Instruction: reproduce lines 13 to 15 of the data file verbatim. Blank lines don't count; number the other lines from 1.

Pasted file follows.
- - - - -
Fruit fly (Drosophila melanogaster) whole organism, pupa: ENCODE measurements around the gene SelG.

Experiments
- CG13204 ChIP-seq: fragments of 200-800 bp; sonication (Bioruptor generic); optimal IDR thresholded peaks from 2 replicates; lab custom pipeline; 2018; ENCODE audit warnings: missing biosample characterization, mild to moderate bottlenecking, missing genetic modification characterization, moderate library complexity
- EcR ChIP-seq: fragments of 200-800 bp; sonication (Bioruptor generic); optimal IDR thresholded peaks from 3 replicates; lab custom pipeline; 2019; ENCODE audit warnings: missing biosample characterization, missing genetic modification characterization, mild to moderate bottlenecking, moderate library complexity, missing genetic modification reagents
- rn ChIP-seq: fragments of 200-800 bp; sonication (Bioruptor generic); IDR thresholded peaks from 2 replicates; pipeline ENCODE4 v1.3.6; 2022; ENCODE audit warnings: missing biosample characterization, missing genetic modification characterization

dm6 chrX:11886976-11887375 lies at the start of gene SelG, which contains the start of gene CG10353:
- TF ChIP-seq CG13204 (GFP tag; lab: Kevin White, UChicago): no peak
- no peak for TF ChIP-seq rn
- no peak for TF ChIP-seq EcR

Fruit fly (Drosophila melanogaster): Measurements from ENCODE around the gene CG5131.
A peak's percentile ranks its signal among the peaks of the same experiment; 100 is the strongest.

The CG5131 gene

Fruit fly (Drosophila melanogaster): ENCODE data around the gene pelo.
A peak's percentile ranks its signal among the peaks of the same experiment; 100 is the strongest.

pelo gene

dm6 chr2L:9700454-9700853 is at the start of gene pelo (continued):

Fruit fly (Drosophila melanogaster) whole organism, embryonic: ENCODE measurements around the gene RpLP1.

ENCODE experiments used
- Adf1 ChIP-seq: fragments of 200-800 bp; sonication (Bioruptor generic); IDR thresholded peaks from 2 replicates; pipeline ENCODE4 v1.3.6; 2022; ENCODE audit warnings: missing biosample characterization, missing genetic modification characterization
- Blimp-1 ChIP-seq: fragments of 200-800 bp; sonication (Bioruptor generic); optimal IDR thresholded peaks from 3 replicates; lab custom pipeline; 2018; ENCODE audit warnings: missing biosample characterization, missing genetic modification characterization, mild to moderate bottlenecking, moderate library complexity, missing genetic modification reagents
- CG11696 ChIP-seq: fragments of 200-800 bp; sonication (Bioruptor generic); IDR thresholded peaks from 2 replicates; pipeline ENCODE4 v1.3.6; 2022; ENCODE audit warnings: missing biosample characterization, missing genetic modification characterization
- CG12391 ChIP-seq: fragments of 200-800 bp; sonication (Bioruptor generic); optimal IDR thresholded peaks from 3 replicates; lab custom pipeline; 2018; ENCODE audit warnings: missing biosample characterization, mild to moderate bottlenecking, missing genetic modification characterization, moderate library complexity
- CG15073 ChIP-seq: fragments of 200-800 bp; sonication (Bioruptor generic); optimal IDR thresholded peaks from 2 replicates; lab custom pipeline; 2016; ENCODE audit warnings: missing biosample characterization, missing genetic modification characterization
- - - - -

Fruit fly (Drosophila melanogaster): ENCODE data around the gene pelo.
A peak's percentile ranks its signal among the peaks of the same experiment; 100 is the strongest.

pelo gene